Blanket Purchase Order

The blanket purchase order authorizes the agency to buy goods or services with predetermined terms or conditions. This saves time for both requisitioners and buyers, since they do not have to seek bids before every purchase.

The limits that can be established on the blanket order header are as follows:

The NCAS allows for complex blanket orders. For example, a dollar amount-limited blanket order can also be limited by expiration date. Similarly, a quantity-limited blanket order can also be limited by expiration date. The NCAS will apply whichever limit is reached first.
 

Blanket Purchase Order Release

After a blanket order has been established, the agency issues a new release to the vendor each time goods are required, and funds are encumbered with each release. For a blanket order, each release corresponds to specific lines on the blanket purchase order, and the lines for each release are identified by a unique release number. A release can be thought of as a subset of a blanket PO.

The payment basis for blanket orders is determined by whether the PO is for goods or for services. In general, the payment basis will be receipt payment basis if the PO is for goods and signature payment basis if the PO is for services.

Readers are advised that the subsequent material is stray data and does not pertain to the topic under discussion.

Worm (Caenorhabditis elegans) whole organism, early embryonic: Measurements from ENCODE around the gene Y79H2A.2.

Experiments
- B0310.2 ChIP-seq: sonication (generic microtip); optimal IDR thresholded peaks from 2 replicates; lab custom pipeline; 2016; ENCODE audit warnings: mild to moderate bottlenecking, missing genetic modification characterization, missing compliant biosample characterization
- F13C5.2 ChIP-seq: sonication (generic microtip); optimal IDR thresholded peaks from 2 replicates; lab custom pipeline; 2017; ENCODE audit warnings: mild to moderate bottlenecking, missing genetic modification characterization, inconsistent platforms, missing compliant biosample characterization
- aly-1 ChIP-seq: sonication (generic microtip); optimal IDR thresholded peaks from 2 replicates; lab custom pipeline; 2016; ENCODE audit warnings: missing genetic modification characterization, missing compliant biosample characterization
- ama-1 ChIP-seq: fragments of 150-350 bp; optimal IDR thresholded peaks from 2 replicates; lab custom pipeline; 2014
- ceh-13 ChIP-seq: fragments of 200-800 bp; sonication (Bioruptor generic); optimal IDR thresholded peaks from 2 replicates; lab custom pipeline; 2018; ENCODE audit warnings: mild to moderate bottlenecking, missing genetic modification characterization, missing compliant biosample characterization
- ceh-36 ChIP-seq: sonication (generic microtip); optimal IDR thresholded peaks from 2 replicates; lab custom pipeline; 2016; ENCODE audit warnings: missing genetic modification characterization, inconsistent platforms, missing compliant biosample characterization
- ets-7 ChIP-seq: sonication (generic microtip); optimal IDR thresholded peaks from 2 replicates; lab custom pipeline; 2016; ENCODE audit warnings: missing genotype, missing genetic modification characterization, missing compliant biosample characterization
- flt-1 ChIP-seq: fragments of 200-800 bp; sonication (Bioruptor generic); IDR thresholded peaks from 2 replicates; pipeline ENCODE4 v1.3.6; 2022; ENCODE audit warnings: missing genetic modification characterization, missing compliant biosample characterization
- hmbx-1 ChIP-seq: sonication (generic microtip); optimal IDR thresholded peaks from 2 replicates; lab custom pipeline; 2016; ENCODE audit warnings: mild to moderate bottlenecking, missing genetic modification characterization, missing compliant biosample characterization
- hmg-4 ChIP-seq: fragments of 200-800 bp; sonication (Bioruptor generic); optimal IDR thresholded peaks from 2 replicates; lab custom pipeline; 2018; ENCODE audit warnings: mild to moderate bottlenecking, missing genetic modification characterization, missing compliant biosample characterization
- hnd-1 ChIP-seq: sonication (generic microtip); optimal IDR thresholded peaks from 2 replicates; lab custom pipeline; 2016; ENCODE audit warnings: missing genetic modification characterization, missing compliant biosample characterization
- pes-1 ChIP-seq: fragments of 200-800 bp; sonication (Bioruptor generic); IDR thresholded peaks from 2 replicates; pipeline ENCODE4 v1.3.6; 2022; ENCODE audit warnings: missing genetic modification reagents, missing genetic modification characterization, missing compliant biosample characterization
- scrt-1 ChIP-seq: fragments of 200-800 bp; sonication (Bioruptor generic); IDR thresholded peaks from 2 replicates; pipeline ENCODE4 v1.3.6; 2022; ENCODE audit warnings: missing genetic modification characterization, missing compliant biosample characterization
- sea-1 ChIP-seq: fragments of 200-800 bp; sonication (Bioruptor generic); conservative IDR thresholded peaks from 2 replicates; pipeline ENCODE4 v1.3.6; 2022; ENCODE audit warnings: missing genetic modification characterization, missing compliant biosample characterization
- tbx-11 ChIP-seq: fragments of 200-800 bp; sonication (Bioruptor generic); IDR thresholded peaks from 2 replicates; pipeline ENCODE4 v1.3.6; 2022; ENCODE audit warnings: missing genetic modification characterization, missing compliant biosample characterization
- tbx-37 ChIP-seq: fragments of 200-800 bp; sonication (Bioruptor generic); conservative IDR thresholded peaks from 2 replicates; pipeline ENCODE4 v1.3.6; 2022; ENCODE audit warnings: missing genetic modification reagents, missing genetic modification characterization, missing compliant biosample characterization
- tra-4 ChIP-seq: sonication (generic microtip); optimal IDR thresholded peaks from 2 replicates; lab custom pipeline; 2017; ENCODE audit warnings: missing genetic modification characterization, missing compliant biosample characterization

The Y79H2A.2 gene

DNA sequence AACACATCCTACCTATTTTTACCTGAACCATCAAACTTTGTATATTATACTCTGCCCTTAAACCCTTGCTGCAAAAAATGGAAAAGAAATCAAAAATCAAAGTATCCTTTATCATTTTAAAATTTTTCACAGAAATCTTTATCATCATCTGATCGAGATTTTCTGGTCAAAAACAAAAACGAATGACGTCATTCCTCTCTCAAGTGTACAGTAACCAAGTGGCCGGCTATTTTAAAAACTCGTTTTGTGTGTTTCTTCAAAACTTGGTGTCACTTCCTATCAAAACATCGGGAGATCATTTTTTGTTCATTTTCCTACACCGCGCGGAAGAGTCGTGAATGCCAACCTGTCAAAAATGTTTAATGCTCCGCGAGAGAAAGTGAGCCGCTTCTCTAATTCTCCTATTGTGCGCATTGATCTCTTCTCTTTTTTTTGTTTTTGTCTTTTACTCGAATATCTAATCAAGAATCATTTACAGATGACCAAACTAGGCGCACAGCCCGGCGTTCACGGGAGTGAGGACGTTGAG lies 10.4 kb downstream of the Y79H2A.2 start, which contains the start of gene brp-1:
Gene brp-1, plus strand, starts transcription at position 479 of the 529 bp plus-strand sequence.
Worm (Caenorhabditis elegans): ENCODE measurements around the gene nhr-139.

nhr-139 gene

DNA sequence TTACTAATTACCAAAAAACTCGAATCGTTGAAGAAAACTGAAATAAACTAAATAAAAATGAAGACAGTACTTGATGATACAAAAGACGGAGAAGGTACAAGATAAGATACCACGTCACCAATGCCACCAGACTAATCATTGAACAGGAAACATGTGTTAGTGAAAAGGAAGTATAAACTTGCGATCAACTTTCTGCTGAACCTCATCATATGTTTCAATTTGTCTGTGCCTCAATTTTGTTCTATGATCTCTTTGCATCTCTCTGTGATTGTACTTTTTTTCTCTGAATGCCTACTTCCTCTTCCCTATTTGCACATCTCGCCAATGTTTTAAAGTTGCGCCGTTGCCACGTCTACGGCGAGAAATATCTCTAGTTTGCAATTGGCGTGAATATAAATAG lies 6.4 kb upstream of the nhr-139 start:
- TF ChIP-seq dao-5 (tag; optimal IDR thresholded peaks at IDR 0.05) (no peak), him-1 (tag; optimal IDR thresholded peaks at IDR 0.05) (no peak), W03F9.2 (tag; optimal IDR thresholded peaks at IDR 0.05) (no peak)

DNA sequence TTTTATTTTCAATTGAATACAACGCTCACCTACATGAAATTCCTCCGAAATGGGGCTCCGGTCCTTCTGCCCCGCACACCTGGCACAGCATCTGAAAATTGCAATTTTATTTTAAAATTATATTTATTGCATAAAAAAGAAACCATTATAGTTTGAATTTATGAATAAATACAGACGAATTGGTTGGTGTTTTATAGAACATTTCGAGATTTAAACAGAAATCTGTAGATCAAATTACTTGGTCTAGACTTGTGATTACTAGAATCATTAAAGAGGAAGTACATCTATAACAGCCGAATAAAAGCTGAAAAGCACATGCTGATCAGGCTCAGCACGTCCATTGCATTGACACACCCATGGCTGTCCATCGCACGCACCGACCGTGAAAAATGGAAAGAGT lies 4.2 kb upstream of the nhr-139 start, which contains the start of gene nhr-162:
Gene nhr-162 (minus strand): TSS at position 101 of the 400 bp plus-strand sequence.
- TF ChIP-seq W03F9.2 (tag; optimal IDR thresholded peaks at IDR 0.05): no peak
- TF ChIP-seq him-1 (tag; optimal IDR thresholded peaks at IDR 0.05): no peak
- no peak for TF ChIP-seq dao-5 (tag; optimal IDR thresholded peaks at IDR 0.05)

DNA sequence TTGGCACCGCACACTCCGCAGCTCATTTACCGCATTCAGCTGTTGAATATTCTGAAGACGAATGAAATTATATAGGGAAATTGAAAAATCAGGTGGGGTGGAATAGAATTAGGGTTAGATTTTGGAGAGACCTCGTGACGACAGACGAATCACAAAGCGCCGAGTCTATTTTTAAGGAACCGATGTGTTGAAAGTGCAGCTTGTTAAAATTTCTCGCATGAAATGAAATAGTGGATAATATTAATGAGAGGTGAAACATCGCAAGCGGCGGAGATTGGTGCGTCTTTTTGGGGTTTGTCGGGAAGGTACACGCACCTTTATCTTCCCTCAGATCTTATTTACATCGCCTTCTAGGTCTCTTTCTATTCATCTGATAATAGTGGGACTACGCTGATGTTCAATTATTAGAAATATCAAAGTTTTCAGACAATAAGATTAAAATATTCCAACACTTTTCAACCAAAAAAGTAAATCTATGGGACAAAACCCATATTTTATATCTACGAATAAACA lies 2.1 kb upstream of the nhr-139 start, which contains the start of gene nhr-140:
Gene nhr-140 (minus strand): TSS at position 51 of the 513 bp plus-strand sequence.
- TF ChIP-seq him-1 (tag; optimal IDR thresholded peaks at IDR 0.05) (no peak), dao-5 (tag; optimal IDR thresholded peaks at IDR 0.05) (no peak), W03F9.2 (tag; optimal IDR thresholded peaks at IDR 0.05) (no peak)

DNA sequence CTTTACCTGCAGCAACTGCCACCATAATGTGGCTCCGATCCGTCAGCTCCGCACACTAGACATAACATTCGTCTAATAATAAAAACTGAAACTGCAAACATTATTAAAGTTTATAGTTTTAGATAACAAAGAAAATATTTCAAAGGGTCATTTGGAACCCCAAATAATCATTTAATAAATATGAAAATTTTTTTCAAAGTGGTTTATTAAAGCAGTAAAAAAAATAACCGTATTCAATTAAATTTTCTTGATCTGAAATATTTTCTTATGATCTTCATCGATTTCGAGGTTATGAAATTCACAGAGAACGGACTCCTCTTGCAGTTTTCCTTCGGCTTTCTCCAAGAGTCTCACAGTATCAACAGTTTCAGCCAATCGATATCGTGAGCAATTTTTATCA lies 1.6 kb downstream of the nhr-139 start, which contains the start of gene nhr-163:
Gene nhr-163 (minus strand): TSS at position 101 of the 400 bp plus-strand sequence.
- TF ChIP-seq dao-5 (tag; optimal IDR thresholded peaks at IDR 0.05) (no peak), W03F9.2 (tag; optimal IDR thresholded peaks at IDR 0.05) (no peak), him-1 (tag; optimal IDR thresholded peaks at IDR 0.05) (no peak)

Blanket Orders: CFF Implementation vs. EFF Implementation

With the Extended Financial Functions (EFF) implementation, blanket orders will be available for the first time. It is important to understand the difference between the "blanket order" process introduced in the Core Financial Functions (CFF) implementation and the true blanket order available with the full NCAS implementation.

Basically, a blanket order is a convenience contract, negotiated between buyer and vendor, that allows agency requisitioners to "buy" specified goods, such as tires and hardware, directly from the vendor at prenegotiated prices and terms.

Since the true blanket order was not made available during the CFF implementation, agencies were instructed to issue purchase orders for a quantity of one each at a unit price equal to the entire amount of the blanket transaction. The service order indicator on the PH1 screen was used to allow multiple invoices to be matched against the PO. The entire amount of the blanket was encumbered when the PO was created. Because the quantity was entered as one each, no commodity history was retained for the individual transactions, and the system was unable to audit invoice price against PO price.

With a true blanket order, the agency issues a new release to the vendor for each local transaction. Funds are not encumbered at the time the blanket is issued, but rather as each release is created. A true blanket order allows the agency to track commodities and quantities, and the system can audit the vendors invoice price against the PO price.


See Also

Creating a Blanket PO Header Step by Step

Adding Releases to a Blanket PO Using the Req-to-PO Process Step by Step


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